The Elon Musk-led SpaceX is preparing to undertake a historic mission to orbit with an all-civilian crew headed by a wealthy entrepreneur. The astro-tourist group, called Inspiration4, will board the SpaceX Crew Dragon capsule on Wednesday for a three-day voyage into orbit.
Here are the most important details regarding the mission.
It's the first non-professional spaceflight
For the first time, four private citizens - and no professional astronauts - will board SpaceX's Crew Dragon spaceship and blast out into space. This will be SpaceX's fourth crewed trip, but instead of astronauts from NASA and its international partners, the passengers will be four regular civilians.
All prior orbital space tourism flights (as well as future missions with stated crews) have featured at least one experienced astronaut to lead passengers through the drama of launch, microgravity, and landing.
When is it launching?
Inspiration4 will have a 24-hour launch window that begins on Sept. 15 at 8 p.m. 10:00 a.m. EDT (midnight on Sept. 16 GMT). Only a few days before launch, mission personnel will reduce that timetable down to a five-hour window.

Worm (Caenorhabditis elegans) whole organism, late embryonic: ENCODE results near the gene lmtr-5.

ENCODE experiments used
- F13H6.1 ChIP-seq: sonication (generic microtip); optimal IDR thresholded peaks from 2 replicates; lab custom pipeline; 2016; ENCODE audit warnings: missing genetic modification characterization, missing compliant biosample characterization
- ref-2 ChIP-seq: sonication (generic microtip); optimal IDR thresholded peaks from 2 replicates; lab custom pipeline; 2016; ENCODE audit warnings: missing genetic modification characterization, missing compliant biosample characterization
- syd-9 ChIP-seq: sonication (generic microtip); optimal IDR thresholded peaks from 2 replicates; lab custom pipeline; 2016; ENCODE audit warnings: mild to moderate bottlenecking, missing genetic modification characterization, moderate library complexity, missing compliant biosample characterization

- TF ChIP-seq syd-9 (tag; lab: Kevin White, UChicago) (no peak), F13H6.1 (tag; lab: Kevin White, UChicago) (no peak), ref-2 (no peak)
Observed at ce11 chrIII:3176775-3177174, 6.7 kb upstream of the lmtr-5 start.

According to SpaceX and Inspiration4 officials, the mission can launch at any moment, but the actual liftoff time will be determined mostly by weather forecasts from the 45th Weather Squadron for both the launch and landing locations.
Meet the crew
Jared Isaacman, a billionaire who founded Shift4 Payments and purchased the flight, is the mission's commander.
Hayley Arceneaux, a medical assistant at St. Jude Children's Research Hospital and a former patient, joins him. Arceneaux is a childhood bone cancer survivor who will act as the flight's medical officer.
The mission's pilot, Sian Proctor, is a geosciences professor at Arizona's South Mountain Community College and a science communicator who has wanted to fly to space since she was a child. During the Apollo 11 mission, which landed the first humans on the moon, Proctor's father worked for NASA at a tracking station in Guam.
Chris Sembroski is a former Air Force officer who now works for the aerospace giant Lockheed Martin. He is a former Space Camp counselor who will serve as the flight's mission specialist. Sembroski earned the seat after making a donation to St. Jude as part of an Inspiration4 fundraising drive.
The crew will not head to the International Space Station, but will instead free-fly around the planet. This is a departure from the capsule's last voyage, in which it transported people to the orbiting laboratory.
Without the need for a docking port, SpaceX replaced it with a dome window that will offer the crew spectacular views of Earth.